At that point Pashek Associates, a landscape architecture and community planning firm with its office adjacent to the project area, offered assistance. John Buerkle, president of Pashek Associates and a member of the committee, and Sara Thompson, a Pashek Associates principal, reviewed and evaluated PennDOT’s proposed improvements. Then, with input from Stucky and the above organizations, they prepared a plan demonstrating how best practices for bicycle and pedestrian facilities (from the American Association of State Highway Transportation Officials and the National Association of City Transportation Officials) could be incorporated into the plan.

East-Ohio-Concept-Plan-3-03-15-webCheryl Moon-Sirianni, PennDOT District 11-0 Assistant District Executive for design, said, “Pashek’s design made a convincing argument for the improvements, as they took into consideration PennDOT’s goals and objectives for the vehicular improvements and worked within the constraints of the physical environment to incorporate these pedestrian and bicycle safety improvements along the corridor.”

On March 4th, PennDOT held a public meeting to unveil the final design for the East Ohio Street Improvements project. Citizens attending the meeting supported the proposed pedestrian and bicycle improvements.

Nick Ross said, “Our proposal was a long shot. We approached PennDOT at the 11th hour in their design process. They had every reason to say we came too late into the process, and therefore our proposed improvements could not be implemented. However, PennDOT recognized the improvements would improve the safety of the pedestrian and bicycling environment, and was committed to incorporating those improvements into their design.”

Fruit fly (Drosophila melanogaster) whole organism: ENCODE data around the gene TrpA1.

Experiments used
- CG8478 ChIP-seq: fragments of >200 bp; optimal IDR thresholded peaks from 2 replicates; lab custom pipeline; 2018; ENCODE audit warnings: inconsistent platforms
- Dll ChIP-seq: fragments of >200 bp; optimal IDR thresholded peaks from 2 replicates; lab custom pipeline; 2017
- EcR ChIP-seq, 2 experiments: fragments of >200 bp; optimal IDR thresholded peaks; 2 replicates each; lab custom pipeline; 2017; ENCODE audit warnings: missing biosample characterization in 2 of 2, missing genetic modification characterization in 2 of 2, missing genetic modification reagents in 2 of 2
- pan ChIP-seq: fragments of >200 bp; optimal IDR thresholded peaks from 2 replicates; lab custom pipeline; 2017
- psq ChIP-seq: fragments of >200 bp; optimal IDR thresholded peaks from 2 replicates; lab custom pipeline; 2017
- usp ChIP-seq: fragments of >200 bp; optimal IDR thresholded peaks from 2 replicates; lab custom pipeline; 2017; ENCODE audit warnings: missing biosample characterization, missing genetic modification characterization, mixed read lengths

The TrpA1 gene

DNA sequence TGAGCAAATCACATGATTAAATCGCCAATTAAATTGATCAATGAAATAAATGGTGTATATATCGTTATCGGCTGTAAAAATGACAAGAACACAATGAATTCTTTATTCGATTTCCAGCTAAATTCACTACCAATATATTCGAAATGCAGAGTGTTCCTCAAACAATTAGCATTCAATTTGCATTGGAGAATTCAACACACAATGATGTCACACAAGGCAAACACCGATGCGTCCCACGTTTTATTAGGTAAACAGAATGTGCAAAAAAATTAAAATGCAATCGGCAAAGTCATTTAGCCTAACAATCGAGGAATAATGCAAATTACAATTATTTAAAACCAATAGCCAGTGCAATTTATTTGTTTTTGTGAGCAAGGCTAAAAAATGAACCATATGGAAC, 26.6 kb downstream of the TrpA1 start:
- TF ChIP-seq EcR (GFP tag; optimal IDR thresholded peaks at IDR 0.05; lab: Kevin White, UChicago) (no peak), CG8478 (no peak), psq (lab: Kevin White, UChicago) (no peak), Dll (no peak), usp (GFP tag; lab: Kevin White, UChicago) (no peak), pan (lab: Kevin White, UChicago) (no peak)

John Buerkle said Pashek Associates, located along East Ohio Street since the 1990s, was pleased to donate work for this endeavor. “We want to give back to the neighborhood through our design work, and we truly believe these improvements will not only improve safety for pedestrian and bicyclists, but also will have a positive impact on the East Ohio Street business district.”

He added that the improvements are a small piece of a larger plan for bike-pedestrian corridors. The North Side committee is working toward an overall pedestrian and bicycle master plan for the neighborhood. Immediate goals include extending bike lanes along East Street to the northern neighborhoods and Riverview Park, and working with the city and county to extend bike lanes along Chestnut Street and the 16th Bridge to connect to the protected bike lane along Penn Avenue through the Downtown/Lawrenceville corridor.

The East Ohio Street improvements will be constructed over the next two years, beginning this summer and concluding in fall 2016.

N. Oakland Proposed Trails: Linking People, Nature, Neighborhoods

Neville-Trail-elevated-trail-renderingThroughout Pittsburgh are wild landscapes that could be terrific places for people to get out in nature. These are the hillsides that we often ignore as we pass by, or that we grumble about because they act as barriers between two nearby places.

What if we consider these wild urban landscapes as amenities instead of annoyances? What if we think about them as convenient places to walk the dog, watch birds or just be outside amidst nature?